In the 'out' category, the lion's share was the one truckload/593,298 troy ounces that left JPMorgan. The remaining 15,246 and 5,891 troy ounces departed CNT and Delaware respectively.
There was some paper activity, as 237,678 troy ounces were transferred from the Registered category and back into Eligible over at Manfra, Tordella & Brookes, Inc.
The link to all of Thursdays' COMEX silver action is here.
There was some activity over at the COMEX-approved gold kilobar depositories in Hong Kong on their Thursday...all of it at Brink's, Inc. They received 867 kilobars -- and shipped out 139 of them. The link to this, in troy ounces, is here.
Here are the usual 20-year charts that show up in this space in every Saturday column. They show the total amounts of physical gold and silver held in all know depositories, ETFs and mutual funds as of the close of business on Friday.
During the week just past, there were a net 369,000 troy ounces of gold removed -- but a net 2.029 million troy ounces of silver was added. Click to enlarge for both.
According to Nick Laird's data on his website, there have been a net 1.663 million troy ounces of gold removed -- and a net 3.776 million troy ounces of silver has been taken out as well in all the world's known depositories, mutual funds and ETFs during the last four weeks.
In gold, the only net 'in' amount were the 4,272 troy ounces that arrived at ETF Securities/GOLD.ASX. Every other ETF, mutual fund and depository is in the red. The two largest 'out' amounts by far were the 513,000 troy ounces that left GLD...followed by the 219,000 troy ounces that departed iShares/SGLN. After them were the 169,000 troy ounces that left iShares/IAU -- and the 154,000 troy ounces out of ETF Source/SGLN. The list goes on and on...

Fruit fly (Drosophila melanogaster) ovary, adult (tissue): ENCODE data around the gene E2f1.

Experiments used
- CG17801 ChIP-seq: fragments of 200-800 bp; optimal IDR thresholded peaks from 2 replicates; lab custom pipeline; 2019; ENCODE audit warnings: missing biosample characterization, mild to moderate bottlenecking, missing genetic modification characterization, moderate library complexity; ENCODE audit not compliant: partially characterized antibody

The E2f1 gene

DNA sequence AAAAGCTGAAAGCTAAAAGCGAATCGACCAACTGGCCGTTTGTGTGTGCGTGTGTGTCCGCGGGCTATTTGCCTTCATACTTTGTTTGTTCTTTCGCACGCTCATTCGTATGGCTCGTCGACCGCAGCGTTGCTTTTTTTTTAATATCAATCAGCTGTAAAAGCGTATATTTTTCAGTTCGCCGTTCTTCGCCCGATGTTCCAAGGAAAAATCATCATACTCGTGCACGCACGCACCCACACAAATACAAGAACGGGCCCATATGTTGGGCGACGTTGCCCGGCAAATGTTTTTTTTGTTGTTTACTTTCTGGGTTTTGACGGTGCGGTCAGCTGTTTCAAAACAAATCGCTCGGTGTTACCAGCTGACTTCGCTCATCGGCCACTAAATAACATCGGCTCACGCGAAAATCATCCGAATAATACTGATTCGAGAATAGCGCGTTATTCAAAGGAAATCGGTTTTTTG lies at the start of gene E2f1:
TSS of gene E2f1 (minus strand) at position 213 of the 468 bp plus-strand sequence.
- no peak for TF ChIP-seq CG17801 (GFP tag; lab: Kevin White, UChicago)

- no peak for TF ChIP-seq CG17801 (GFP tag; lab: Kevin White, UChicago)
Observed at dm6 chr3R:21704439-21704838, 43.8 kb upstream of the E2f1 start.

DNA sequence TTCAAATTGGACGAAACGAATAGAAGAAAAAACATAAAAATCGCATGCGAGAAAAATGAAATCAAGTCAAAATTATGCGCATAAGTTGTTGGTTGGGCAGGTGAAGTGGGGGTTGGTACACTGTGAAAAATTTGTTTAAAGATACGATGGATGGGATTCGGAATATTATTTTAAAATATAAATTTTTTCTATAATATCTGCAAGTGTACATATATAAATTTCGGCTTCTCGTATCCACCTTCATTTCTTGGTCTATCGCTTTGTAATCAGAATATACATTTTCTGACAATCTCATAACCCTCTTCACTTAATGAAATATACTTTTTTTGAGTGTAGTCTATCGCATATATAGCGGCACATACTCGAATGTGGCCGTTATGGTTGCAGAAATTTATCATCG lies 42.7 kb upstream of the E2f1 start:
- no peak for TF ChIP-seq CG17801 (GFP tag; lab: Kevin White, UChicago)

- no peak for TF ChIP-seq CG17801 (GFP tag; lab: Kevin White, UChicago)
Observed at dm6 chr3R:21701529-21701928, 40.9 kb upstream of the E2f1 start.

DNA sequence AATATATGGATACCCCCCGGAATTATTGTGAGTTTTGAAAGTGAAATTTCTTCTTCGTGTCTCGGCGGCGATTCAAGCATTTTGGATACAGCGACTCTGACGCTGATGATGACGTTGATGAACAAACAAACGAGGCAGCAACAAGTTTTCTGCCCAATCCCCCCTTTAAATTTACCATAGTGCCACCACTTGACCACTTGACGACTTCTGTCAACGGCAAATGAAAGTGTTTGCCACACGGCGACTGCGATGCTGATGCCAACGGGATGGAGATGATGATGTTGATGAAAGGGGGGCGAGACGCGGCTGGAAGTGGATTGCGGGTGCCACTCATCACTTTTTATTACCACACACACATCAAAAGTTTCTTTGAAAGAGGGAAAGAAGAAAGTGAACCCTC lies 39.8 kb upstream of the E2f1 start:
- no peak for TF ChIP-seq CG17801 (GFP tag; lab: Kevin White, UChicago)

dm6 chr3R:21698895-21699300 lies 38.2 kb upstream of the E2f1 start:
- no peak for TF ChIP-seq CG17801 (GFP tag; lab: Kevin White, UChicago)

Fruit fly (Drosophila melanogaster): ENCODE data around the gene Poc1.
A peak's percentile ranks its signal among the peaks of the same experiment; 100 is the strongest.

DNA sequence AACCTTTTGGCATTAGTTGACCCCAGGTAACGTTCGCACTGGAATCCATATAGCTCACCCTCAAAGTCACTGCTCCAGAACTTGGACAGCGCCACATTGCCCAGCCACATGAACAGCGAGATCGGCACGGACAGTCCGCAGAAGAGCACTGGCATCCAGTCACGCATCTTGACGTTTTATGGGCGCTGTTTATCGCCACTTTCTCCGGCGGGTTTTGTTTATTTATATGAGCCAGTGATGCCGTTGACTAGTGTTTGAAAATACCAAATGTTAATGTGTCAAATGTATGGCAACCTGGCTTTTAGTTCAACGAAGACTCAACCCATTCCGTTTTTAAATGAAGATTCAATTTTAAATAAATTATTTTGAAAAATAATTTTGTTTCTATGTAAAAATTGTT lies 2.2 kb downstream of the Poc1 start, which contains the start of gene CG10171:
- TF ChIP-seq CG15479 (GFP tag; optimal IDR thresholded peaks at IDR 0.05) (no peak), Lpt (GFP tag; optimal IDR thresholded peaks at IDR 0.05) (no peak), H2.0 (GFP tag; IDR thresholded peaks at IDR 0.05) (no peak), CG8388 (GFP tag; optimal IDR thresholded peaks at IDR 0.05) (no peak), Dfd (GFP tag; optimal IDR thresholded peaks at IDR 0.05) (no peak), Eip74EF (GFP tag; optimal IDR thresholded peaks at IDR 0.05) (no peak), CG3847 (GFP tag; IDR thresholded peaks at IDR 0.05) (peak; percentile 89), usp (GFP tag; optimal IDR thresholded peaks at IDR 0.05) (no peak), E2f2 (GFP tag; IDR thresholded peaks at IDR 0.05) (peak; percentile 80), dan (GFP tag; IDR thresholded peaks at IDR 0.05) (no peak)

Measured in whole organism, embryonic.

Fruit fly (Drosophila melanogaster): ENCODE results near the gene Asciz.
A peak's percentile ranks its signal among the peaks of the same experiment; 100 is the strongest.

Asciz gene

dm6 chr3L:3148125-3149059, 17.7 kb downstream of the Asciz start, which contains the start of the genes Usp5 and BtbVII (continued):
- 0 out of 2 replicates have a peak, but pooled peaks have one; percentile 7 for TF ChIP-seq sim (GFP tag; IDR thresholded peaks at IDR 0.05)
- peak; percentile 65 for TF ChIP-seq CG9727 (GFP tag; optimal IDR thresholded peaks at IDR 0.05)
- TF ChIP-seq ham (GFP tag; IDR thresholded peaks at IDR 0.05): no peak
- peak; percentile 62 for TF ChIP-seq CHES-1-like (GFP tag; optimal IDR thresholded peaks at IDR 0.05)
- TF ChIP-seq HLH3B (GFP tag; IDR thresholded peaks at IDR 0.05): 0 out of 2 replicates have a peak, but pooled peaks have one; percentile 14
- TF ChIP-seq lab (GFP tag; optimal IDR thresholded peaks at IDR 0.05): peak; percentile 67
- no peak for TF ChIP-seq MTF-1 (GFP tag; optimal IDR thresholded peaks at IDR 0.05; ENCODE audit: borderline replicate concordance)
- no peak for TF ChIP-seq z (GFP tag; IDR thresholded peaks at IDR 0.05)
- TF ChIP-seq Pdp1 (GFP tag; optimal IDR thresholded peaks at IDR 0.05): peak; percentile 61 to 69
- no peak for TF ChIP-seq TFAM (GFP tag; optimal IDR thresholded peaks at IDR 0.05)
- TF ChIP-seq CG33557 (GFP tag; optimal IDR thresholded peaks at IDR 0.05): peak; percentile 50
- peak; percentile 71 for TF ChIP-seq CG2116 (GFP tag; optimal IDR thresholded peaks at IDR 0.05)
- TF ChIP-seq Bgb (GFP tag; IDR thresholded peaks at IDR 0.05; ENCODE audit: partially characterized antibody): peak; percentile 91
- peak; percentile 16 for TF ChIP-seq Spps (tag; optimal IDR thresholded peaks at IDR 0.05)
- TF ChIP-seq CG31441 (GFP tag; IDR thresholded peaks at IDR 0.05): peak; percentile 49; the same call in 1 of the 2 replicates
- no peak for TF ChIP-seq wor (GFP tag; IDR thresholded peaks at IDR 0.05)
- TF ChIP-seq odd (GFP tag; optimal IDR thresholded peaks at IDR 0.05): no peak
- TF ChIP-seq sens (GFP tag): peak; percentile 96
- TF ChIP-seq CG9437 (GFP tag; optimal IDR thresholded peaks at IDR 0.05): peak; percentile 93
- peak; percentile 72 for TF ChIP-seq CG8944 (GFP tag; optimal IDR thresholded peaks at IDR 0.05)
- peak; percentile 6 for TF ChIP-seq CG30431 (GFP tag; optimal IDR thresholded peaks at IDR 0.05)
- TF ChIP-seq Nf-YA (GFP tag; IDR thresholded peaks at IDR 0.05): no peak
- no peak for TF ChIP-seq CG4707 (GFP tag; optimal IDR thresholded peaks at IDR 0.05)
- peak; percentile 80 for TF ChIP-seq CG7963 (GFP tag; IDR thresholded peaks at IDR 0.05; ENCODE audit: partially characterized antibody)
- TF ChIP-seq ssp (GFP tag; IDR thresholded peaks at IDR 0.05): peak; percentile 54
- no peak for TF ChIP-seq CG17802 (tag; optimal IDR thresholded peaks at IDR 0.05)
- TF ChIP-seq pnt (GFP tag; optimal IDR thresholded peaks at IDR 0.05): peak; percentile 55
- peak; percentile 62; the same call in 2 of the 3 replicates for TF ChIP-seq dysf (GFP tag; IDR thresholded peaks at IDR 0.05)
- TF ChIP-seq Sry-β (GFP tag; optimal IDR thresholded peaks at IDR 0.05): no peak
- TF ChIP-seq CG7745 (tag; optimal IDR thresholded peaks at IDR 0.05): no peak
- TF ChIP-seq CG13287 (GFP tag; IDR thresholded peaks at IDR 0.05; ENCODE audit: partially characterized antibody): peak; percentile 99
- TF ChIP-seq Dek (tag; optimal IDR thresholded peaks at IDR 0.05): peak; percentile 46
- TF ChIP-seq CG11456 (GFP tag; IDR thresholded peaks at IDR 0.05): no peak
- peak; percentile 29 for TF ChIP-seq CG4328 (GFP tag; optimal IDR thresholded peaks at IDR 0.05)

In silver, the only depository showing a net inflow was the COMEX...as they received a net 3.941 million troy ounces. The largest 'out' amount were the net 3.310 million troy ounces that left SLV. In second spot were the 2.661 million troy ounces taken out of iShares/SVR -- and in very distant third place were the 576,000 troy ounces removed from Source/SSLV. The list goes on and on here as well.
Retail bullion sales remain comatose. That situation will exist until the next buying frenzy commences...which is coming as surely as night follows day when the next rally is allowed to begin. When that time comes, we will be back to shortages/back orders and high premiums in very short order.
The physical demand in silver at the wholesale level continues unabated. This means that most of what's left in their inventories is not available for sale... especially the COMEX, where new silver has to be brought in from other sources [JPMorgan?] to meet the ongoing rabid demand for physical metal.
The vast majority of precious metals being held in these depositories are by those who won't be selling until the silver price is many multiples of what it is today. That's particularly true of shareholders in PSLV.